Proof HIPAA stakes may be higher than you think

James M. Berklan
James M. Berklan

Like a kid who's staying up past his bedtime right in front of his parents' noses, long-term care operators have been enjoying a pass for at least a few years when it comes to HIPAA crackdowns.

At least that's what the LTC fraternity has quietly surmised while trying to suppress grins.

Yes, health plans, hospitals and the occasional doc's office have been the subject of most of the HIPAA-enforcement headlines in past years. It might have given other providers a false sense of security: We're not big enough potatoes. We're not leaving potentially dangerous personal health records exposed. Our people won't really care. Nobody's checking us or enforcing anything anyway.

All of these suppositions? False. We have the not-so-subtle $650,000 clue to prove it. That's the size of a federal settlement a nursing home operator agreed to after a cell phone with medical records of more than 400 of its nursing home residents was stolen.

The theft led to a damning investigation by the Department of Health and Human Services Office of Civil Rights that unraveled a mess. One shouldn't be surprised that a federal investigation unexpectedly and quickly went from bad to worse. Just ask former House Speaker Dennis Hastert how that can go.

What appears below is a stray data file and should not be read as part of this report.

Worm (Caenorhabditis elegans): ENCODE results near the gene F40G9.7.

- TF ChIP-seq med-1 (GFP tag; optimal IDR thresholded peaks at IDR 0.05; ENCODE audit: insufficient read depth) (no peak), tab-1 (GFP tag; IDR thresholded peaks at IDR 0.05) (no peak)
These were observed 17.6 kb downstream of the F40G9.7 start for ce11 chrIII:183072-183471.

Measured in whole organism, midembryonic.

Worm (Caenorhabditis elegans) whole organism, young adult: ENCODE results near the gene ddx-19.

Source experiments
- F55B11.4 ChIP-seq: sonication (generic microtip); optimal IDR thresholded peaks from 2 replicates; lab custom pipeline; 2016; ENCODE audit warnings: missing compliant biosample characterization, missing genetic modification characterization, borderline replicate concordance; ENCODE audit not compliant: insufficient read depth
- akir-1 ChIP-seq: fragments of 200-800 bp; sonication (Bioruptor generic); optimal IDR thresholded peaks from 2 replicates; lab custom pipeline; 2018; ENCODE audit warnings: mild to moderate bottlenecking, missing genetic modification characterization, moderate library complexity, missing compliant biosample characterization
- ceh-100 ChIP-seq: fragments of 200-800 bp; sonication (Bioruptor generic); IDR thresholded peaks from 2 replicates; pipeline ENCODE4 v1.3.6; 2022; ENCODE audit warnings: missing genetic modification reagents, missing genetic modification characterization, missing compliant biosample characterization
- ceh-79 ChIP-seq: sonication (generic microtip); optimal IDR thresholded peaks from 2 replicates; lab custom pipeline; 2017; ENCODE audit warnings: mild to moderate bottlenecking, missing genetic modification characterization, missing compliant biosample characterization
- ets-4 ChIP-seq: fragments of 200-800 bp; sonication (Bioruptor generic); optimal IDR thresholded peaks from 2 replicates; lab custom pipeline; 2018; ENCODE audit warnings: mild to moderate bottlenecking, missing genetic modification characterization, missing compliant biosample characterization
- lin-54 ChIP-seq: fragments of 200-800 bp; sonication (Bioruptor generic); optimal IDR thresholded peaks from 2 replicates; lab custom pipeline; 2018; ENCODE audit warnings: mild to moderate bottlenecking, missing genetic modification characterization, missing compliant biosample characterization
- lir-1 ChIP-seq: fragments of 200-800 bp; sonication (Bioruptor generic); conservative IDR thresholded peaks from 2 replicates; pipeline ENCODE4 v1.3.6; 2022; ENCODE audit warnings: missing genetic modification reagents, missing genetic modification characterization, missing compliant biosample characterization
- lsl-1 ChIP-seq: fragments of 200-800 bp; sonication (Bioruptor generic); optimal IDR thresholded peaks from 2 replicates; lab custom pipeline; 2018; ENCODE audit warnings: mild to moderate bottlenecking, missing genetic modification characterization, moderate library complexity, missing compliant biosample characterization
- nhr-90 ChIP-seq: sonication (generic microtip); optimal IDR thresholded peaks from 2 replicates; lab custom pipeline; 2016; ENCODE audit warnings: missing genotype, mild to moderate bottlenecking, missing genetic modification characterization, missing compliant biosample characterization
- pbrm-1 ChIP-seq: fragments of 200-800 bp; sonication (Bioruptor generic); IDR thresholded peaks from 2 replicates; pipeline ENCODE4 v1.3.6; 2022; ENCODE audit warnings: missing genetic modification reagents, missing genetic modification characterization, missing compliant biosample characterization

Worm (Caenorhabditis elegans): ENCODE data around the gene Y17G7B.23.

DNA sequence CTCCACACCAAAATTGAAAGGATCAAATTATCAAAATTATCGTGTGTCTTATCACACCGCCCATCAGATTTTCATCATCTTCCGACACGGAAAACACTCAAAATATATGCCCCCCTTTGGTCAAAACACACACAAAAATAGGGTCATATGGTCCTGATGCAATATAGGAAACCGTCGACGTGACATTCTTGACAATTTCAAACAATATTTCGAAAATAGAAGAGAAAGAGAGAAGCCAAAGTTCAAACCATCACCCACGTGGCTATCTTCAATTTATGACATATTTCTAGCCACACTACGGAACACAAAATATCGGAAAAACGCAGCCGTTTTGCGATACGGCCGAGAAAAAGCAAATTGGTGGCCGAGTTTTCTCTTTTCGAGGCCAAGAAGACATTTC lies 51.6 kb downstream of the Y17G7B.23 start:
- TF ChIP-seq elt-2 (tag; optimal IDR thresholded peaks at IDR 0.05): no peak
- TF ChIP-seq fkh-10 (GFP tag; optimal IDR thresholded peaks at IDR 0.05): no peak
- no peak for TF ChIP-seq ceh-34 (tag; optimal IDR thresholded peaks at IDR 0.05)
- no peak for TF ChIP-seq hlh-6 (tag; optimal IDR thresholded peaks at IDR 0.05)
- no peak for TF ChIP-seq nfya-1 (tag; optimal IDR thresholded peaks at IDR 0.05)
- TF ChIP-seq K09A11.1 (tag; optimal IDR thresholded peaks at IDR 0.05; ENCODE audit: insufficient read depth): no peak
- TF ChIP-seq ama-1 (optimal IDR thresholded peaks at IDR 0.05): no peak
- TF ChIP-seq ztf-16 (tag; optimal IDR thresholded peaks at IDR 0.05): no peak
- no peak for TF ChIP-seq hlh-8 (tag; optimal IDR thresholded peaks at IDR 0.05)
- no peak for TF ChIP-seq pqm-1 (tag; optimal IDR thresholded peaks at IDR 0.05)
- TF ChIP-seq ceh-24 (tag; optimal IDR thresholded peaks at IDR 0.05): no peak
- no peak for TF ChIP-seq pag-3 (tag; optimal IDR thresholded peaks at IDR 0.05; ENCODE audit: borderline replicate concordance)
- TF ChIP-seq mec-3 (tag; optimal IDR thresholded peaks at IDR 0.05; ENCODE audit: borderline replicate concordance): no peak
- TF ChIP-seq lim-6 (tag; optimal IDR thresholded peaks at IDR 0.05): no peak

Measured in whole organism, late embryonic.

The nursing home's snafu was all due to something as ubiquitous as a cell phone. As a result, the offending party, which has since sold the offending nursing home and a handful of others, must pay the aforementioned eye-popping bill and enter into a two-year corrective action plan. It also has to carry out risk analyses for all of its e-health record systems, create a trail of paperwork showing compliance and form policies and procedures to prevent further incidents. Policies and procedures that should have already been in place, mind you.

If you think this is authorities making an example of a player with shady connections, think again. The busted group in this is Catholic Health Care Services of the Archdiocese of Philadelphia.

No one is too poor or too well connected to avoid coming into compliance. That's a key message federal authorities seem to be beaming out 20 years after Congress first passed the Health Insurance Portability and Accountability Act.

The other big message?

They're watching.